Random is random or not? One of the most universal held principles in evolution or in this case in particular; molecular evolution, is the claim that naturalism evolves more important DNA sequences faster over time than less important DNA sequences.
Recently, this principle has been tested, and it would found to be pretty weak…In a peer review publication…
“We (meaning scientists) test this hypothesis in yeast using gene importance values experimentally determined in 418 lab conditions or computationally predicted for 10,000 nutritional conditions.
In no single condition or combination of conditions did we find a much stronger negative correlation, which is explainable by our subsequent finding that always-essential (enzyme) genes do not evolve significantly more slowly than sometimes-essential or always-nonessential ones. Furthermore, we verified that functional density, approximated by the fraction of amino acid sites within protein domains, is uncorrelated with gene importance.
Thus, neither the lab-nature mismatch nor a potentially biased among-gene distribution of functional density explains the observed weakness of the correlation between gene importance and evolutionary rate. We conclude that the weakness is factual, rather than artifactual. –PLOS
The question evolutionary theory could never answer as it’s faith based driven is why naturalism would select more important genes to evolve faster than less important ones? That sounds more purposeful than random.
The results from the experiment was a shock to scientists. It’s suppose to be one of their strongest principles for evolution in which they believe in. Yet, some of doesn’t even have a priority of gene importance at all according to the results.
Liberal professors argue, theories evolve over time as man’s understanding progresses. This is true, but in this case like others, you can tell the hypothesis is not going to evolve over time as scientists continue to believe in the basic principle, but rather it’s the explanation on why the data is not matching up with the principle that will be evolving.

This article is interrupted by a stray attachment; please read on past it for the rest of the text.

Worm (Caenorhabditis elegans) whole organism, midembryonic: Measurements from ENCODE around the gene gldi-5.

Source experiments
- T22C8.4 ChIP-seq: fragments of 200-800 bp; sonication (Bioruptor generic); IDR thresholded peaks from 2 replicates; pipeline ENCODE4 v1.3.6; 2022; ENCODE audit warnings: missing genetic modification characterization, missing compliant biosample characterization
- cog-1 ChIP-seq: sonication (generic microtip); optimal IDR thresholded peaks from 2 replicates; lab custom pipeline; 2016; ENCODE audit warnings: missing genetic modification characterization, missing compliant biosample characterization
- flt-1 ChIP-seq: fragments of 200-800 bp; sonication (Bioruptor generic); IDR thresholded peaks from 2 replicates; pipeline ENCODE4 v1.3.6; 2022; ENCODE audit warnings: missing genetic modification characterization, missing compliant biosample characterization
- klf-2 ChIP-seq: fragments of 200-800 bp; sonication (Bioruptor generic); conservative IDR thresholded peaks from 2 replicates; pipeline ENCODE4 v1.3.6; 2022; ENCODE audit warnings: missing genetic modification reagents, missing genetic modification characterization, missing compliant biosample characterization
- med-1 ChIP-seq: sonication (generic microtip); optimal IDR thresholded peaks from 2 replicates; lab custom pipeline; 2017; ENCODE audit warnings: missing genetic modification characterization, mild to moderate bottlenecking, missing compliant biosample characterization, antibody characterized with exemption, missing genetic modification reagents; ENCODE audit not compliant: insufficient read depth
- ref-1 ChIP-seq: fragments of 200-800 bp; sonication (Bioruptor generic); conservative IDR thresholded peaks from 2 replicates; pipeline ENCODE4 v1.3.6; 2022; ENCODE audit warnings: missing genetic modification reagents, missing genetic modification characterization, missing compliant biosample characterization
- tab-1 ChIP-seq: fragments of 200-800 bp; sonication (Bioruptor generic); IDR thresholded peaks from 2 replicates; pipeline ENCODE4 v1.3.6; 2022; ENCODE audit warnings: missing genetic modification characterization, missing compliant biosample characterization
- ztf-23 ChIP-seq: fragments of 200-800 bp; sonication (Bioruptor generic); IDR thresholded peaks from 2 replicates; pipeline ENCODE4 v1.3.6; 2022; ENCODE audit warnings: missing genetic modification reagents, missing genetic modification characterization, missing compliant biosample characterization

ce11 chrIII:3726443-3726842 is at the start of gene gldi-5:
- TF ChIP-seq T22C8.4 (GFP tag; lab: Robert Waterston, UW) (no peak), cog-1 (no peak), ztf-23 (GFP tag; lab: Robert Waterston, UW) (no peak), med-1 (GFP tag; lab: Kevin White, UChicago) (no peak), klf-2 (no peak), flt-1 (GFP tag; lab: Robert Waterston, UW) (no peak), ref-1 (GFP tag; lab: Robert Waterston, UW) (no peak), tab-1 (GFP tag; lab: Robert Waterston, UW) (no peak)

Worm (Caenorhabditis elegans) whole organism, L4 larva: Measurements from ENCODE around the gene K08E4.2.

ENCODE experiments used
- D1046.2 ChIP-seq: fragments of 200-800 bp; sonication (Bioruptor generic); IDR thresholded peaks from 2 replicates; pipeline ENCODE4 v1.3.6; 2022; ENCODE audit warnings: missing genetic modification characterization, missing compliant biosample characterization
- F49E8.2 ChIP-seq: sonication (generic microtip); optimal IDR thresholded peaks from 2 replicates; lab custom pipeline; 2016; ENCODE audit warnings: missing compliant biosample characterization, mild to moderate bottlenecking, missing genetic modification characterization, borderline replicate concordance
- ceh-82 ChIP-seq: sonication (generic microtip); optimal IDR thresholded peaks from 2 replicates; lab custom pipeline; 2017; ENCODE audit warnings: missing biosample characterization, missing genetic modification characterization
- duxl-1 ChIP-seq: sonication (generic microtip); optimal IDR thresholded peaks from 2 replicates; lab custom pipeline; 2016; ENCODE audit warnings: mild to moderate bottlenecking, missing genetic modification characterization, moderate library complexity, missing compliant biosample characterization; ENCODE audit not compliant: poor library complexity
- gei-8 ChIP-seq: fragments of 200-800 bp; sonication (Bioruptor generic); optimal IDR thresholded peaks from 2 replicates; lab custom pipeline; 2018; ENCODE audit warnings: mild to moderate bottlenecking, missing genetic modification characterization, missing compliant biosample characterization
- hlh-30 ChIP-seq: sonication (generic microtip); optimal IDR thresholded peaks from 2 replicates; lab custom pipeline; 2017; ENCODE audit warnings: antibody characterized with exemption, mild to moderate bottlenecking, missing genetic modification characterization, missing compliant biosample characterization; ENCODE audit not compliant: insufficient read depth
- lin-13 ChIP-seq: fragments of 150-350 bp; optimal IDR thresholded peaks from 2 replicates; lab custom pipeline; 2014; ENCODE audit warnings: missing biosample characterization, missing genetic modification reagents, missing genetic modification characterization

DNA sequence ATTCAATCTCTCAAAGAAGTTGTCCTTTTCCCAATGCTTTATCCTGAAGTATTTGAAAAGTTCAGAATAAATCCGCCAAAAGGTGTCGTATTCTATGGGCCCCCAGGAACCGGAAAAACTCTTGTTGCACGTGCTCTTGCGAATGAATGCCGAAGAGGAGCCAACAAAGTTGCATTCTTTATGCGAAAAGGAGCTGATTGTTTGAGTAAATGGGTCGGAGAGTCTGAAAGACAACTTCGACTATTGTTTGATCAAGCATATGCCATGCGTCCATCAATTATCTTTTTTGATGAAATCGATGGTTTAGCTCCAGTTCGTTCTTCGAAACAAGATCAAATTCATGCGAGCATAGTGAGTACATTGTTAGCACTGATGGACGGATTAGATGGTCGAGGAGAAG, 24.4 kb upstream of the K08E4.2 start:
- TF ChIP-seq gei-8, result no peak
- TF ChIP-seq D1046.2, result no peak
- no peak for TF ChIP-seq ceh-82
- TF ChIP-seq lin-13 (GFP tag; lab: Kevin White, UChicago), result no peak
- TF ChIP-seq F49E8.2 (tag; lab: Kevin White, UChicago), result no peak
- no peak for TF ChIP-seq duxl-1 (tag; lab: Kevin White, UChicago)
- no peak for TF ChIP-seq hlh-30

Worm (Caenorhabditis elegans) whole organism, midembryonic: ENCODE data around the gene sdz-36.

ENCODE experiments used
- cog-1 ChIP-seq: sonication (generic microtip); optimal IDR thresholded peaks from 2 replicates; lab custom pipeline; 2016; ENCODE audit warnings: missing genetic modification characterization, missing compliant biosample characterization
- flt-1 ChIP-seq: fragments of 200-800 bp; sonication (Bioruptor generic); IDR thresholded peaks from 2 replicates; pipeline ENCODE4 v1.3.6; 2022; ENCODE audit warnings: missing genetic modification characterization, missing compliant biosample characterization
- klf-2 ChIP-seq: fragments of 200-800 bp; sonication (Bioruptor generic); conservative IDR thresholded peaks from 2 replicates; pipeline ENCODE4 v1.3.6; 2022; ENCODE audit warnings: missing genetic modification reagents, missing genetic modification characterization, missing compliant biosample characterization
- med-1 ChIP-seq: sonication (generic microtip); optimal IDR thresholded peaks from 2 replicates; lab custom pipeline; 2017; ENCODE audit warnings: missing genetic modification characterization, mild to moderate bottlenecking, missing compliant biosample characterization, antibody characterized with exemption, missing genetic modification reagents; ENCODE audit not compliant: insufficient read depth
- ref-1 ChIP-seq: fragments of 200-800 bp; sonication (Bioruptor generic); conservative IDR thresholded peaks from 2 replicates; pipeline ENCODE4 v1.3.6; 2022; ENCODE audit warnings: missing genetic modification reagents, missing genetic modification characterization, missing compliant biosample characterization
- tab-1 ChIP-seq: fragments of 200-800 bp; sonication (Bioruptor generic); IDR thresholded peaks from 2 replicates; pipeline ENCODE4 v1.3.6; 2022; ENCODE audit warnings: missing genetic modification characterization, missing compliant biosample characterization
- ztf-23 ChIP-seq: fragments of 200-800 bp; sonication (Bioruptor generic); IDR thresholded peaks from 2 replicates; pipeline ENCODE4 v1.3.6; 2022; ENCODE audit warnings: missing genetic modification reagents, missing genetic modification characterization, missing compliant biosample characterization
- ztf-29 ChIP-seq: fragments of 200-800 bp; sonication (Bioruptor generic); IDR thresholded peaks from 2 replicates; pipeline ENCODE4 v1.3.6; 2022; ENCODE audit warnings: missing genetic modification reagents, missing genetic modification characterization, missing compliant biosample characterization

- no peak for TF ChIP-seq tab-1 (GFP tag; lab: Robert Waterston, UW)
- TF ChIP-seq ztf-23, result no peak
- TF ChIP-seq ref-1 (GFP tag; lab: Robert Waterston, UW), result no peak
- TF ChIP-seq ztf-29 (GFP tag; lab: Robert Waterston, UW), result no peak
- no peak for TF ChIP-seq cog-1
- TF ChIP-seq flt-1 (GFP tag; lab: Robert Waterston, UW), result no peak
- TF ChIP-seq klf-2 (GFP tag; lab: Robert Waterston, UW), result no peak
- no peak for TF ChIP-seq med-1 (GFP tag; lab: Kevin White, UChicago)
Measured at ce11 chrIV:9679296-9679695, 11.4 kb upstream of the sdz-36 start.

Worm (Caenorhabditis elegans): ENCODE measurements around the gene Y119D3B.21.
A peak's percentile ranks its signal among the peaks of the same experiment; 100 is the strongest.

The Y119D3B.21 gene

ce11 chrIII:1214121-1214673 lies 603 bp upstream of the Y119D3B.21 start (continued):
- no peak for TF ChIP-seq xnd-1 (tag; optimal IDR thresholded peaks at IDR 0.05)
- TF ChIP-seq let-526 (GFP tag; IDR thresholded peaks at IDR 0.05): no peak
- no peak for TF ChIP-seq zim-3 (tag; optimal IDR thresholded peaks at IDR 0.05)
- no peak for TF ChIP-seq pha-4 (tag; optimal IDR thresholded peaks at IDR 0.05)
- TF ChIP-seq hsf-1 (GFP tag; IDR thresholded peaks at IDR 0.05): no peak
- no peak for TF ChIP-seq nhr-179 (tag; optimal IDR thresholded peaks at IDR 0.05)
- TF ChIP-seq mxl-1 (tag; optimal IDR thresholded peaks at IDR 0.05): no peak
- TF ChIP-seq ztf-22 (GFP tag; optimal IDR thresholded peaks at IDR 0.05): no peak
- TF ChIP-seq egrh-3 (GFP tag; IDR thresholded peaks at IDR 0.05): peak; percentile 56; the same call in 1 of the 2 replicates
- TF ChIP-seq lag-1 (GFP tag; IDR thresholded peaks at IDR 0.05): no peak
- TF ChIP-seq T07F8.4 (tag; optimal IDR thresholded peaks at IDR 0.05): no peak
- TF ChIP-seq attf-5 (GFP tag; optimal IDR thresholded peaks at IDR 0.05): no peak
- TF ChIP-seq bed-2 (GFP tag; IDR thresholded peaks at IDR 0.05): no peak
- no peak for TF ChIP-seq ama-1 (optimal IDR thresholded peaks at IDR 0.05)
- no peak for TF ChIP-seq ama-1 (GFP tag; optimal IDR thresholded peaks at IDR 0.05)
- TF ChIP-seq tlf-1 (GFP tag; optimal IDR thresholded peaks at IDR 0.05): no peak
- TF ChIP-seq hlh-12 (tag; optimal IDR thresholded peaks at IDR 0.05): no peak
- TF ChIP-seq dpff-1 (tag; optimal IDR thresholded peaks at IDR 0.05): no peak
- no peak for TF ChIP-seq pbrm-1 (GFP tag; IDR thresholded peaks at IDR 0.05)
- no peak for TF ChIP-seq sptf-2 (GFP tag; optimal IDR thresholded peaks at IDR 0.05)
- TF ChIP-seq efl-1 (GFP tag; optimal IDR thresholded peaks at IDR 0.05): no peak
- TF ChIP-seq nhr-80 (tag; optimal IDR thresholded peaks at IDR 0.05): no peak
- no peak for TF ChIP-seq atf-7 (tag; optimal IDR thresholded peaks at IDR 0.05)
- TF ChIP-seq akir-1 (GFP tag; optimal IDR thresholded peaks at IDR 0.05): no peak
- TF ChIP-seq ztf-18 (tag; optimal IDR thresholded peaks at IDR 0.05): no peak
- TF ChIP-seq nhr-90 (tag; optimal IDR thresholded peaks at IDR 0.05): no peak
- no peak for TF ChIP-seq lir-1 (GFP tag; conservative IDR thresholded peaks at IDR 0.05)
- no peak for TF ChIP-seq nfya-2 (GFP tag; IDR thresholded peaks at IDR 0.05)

Another example outside living cells is the Nebular hypothesis. Many things which have been observe do not match up with this hypothesis. Venus is one of them.
The Nebular hypothesis says the nebula spiralled inwards which would cause all the planets to rotate the same way. Venus rotates the opposite way. Some have tried to explain away by suggesting a huge it had a bulge on which gravitational tidal forces that affected it’s rotations, but there is no such “bulge” as Venus is even rounder than Earth.
Also the surface of Venus is young. Even the likes of nature magazine admits to the surprise…
“Planetary spacecraft have provided an extraordinary wealth of discoveries: the oddly young surface of Venus, the ancient landscapes of Mars, the volcanoes of Io, the geysers of Triton, the lakes of Titan, the ocean of Europa.”
As knowledge grows evolutionary theory gets weaker (not the beliefs of it). What we were seeing is not an hypothesis evolving with new discoveries, but rather the explanations are evolving in order to fit the framework of the Nebular hypothesis (which hasn’t changed) because observational data is not matching up with the hypothesis.
The only time this practice ceases to happen on a evolutionary hypothesis is when the majority of the scientists start believing in something else with evolution in mind. Then the data has to match the new hypothesis.
Back in the old days, when it was believed by scientists that planets orbited the sun in a full circle rather than in elliptical orbit was eventually changed but this doesn’t happen much at all with basic principles in modern science today. Even with a history of it in science.
Commonly held evolutionary principles as a whole are weak with an every quest to explain away conflicting observational data, it’s not even in the same class as the theory of gravity.